It’s not the destination, but rather the experiences that we encounter…
A blog, or website is a location. It is one particular point on an ever expanding plane of information. How that information is navigated can be crucial. If the best and most powerful ideas are hidden in a maze of dead ends and false leads, or worse, trails of misinformation, will it ever be consumed and unpacked. It seems unlikely, after all the internet is not a rat maze leading to the juicy piece of cheese; most users get distracted on the way and start eating at the cardboard walls (we’ve all been sucked into the time vortex of YouTube). One way to solve the ever shrinking attention span of the user, is with the correct use of categories and tags.
If a blog is thought of as a destination, then categories are the cities, towns and villages, and tags are the experiences that may be found.
A blog in itself can be as broad or as narrow themed as possible, and you may need many categories, or only a few, but that is all up to the writer. However if a blog becomes to broad it may be worthwhile to separate the content into different blogs, or countries to maintain the map analogy.
Let’s assume you are writing a blog about film, the categories could be the genres, such as animation, fantasy, action, and so on. The blog could be set up in such a way that the reader could navigate to the category that most interests them. A reader may only have one particular interest, such as science fiction, then they don’t want to be burdened by scrolling through other posts to look for content. Instead they would most likely see nothing of interest on the front page and bypass the blog all together as not being for them. One of the great things about categories is that they can be nested and a page can be placed in more than one, but overall it should fit into the general theme.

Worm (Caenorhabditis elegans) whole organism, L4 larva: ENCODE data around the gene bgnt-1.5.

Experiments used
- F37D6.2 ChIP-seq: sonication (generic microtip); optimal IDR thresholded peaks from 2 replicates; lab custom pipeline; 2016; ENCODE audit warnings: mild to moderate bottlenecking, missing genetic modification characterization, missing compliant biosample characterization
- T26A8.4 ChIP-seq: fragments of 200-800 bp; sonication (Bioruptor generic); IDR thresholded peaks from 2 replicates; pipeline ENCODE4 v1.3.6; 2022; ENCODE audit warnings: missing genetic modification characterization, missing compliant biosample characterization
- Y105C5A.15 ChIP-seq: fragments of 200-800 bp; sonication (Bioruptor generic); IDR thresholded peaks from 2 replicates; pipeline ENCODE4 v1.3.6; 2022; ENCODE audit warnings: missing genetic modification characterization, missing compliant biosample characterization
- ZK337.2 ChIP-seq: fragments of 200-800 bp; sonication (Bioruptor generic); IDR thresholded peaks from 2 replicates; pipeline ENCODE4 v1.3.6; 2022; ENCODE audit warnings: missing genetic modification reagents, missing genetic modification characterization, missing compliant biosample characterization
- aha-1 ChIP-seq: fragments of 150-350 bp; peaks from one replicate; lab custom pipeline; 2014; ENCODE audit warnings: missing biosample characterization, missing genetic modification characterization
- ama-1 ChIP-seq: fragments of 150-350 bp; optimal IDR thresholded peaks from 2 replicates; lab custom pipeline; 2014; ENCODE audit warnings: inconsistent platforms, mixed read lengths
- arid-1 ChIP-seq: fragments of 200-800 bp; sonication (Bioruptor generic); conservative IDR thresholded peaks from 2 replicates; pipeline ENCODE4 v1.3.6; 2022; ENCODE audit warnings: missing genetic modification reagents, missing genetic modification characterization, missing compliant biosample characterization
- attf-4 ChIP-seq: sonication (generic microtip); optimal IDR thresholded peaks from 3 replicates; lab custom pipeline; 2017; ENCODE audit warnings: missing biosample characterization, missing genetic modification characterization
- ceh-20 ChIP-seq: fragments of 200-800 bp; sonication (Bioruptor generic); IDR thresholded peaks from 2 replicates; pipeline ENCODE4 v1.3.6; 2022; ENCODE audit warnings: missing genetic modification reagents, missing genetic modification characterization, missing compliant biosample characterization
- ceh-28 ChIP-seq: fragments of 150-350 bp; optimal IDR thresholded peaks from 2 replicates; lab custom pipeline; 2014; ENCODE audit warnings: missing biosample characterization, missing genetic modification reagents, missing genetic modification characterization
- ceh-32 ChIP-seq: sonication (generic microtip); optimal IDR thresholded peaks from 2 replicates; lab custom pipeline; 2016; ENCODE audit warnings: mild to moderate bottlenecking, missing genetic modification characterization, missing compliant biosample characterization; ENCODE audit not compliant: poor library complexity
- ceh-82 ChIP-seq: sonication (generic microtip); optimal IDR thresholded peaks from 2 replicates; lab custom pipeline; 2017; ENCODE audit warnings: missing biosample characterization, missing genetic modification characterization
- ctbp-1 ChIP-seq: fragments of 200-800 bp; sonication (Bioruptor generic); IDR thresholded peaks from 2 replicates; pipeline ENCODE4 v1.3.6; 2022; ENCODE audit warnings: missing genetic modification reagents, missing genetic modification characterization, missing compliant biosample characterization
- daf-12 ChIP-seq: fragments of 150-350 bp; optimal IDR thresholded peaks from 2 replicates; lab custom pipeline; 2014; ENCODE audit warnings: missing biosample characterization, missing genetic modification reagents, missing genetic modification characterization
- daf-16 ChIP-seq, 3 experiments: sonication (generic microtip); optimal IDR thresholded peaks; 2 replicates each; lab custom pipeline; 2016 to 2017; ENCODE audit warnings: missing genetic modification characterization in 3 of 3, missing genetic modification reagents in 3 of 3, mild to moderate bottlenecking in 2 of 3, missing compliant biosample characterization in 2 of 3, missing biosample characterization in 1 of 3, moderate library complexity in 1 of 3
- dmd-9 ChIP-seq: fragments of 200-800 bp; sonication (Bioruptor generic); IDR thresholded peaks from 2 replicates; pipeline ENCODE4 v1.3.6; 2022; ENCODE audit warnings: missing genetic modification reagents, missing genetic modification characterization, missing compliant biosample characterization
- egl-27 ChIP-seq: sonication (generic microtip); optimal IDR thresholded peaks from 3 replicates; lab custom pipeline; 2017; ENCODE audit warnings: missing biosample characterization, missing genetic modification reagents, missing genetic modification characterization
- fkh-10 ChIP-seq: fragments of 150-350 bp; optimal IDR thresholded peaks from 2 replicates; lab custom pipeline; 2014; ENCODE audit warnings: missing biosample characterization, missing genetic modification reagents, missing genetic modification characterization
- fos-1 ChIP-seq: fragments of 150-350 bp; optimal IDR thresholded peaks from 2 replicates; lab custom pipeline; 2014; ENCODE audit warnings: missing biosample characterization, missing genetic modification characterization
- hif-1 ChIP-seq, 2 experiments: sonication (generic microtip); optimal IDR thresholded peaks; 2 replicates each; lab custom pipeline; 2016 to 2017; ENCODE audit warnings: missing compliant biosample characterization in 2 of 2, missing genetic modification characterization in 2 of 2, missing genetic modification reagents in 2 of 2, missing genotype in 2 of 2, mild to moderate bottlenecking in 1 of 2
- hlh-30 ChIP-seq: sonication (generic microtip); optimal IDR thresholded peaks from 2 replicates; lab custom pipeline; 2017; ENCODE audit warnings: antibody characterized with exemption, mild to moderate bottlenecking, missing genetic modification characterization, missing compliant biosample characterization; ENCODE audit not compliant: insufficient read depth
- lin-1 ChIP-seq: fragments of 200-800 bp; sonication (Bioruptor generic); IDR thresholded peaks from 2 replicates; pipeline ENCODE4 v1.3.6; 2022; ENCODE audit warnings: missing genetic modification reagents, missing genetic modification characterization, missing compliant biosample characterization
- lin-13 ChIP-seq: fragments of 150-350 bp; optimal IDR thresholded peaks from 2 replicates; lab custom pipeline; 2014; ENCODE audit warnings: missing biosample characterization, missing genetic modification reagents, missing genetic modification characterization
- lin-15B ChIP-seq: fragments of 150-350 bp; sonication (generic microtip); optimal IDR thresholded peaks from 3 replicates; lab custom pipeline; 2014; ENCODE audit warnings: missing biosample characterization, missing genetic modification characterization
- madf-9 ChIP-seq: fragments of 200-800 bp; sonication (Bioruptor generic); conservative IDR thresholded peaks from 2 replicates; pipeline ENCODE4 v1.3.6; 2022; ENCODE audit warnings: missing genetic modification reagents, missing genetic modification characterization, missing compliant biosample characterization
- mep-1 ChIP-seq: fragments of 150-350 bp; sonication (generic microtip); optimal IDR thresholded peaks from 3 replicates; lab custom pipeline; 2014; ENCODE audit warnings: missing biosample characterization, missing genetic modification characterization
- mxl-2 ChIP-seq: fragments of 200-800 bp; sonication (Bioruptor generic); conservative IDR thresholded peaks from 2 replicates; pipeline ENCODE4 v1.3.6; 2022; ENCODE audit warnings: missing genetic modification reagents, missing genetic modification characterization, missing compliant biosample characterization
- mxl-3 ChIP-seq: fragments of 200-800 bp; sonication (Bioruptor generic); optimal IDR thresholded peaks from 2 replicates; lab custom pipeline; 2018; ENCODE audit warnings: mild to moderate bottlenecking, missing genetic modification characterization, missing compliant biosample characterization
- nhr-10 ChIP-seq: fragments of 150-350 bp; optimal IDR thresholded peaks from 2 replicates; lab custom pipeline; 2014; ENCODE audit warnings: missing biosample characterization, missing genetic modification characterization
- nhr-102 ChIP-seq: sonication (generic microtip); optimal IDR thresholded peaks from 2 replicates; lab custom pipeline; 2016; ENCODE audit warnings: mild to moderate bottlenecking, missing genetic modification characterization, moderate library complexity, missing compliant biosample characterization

Tags operate in a different but equally important manner, they are used to find key words and ideas. In the film blog example, the name of a director could be a tag when the post is not purposefully about them; if it were, then it should be prudent to place the post under a director category. Tags are important especially if a user was researching a particular topic, it can help link pages that otherwise may not appear to be related. They are a second stage of sorting out blog posts and ideas. In the director example a reader may want to discover other works that they have made, in order to discover something new.
Categories and tags can be added to posts at any time. If you have already started a blog and if it is not too big then it is possible to start again and lay the ground work so your reader can divulge the content in a more user friendly way. It provides a mapping network and helps the reader focus their efforts and feel less lost in an unfamiliar territory.
The use of categories and tags can also be beneficial for the writer, as you may want to reflect on an older post or link back to a post or check to see what you have written about a certain topic before. There cant be something much more embarrassing and hurtful to your credibility than contradicting yourself in two separate posts. While it is true that over time a writer grows and develop and opinions may change it is best to be consistent in your writing. Doing this could potentially create a new post if you are stuck for something to write about, how had something changed your opinion. What a better way to show that you can be a trusted source, a learning writer is much better than one stuck on a treadmill.
NOTE: I haven’t exactly been following my own advice, but then we are all learning as we go…
Rob has traveled extensively in Australia and uses his experiences to write compelling stories. He enjoys testing out new technologies that are designed to make life easier. He is married with two children and lives in the outer suburbs of Melbourne.